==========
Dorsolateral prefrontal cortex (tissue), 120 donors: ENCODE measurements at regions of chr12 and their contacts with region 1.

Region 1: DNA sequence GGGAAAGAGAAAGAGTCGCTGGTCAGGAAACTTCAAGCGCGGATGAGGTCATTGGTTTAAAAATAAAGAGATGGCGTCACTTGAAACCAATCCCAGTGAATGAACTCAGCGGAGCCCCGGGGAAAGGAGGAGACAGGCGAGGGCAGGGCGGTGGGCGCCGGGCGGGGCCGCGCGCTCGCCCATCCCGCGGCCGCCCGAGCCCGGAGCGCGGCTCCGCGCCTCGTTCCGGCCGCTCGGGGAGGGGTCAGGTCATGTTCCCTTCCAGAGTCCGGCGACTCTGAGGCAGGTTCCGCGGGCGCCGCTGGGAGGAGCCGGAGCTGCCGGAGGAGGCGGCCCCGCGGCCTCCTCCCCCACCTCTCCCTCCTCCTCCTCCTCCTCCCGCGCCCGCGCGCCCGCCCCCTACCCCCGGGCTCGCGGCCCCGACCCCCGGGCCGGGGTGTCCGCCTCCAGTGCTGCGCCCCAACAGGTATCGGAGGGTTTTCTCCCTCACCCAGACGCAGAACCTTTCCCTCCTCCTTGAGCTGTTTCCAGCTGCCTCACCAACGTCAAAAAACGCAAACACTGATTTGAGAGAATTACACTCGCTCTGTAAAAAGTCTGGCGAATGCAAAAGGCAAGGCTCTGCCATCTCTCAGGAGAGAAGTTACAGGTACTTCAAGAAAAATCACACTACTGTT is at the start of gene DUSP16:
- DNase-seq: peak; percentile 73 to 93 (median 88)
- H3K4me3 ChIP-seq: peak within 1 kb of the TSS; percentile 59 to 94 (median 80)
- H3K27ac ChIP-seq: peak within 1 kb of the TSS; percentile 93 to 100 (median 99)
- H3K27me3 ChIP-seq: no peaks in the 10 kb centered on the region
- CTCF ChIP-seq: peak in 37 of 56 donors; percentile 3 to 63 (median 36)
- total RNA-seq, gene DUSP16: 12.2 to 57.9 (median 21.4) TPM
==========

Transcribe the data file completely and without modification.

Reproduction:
Dorsolateral prefrontal cortex (tissue), 120 donors: ENCODE measurements at regions of chr12 and their contacts with region 1.

Region 1: DNA sequence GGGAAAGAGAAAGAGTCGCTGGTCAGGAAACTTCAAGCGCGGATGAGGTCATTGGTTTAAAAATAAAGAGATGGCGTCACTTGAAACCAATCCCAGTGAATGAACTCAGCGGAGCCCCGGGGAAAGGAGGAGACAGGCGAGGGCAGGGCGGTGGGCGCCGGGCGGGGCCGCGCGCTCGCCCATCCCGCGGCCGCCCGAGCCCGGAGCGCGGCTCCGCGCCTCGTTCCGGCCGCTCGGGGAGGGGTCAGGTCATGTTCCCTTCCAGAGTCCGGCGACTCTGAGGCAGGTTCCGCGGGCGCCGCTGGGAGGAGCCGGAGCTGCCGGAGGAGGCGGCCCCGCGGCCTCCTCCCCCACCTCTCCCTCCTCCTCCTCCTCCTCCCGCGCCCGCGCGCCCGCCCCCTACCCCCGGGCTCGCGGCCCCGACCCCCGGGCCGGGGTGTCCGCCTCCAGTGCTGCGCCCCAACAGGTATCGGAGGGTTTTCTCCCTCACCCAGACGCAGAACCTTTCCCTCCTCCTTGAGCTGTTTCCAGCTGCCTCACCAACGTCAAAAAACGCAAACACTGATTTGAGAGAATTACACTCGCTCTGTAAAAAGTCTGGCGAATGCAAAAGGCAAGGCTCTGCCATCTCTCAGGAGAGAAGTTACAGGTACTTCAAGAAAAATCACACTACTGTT is at the start of gene DUSP16:
- DNase-seq: peak; percentile 73 to 93 (median 88)
- H3K4me3 ChIP-seq: peak within 1 kb of the TSS; percentile 59 to 94 (median 80)
- H3K27ac ChIP-seq: peak within 1 kb of the TSS; percentile 93 to 100 (median 99)
- H3K27me3 ChIP-seq: no peaks in the 10 kb centered on the region
- CTCF ChIP-seq: peak in 37 of 56 donors; percentile 3 to 63 (median 36)
- total RNA-seq, gene DUSP16: 12.2 to 57.9 (median 21.4) TPM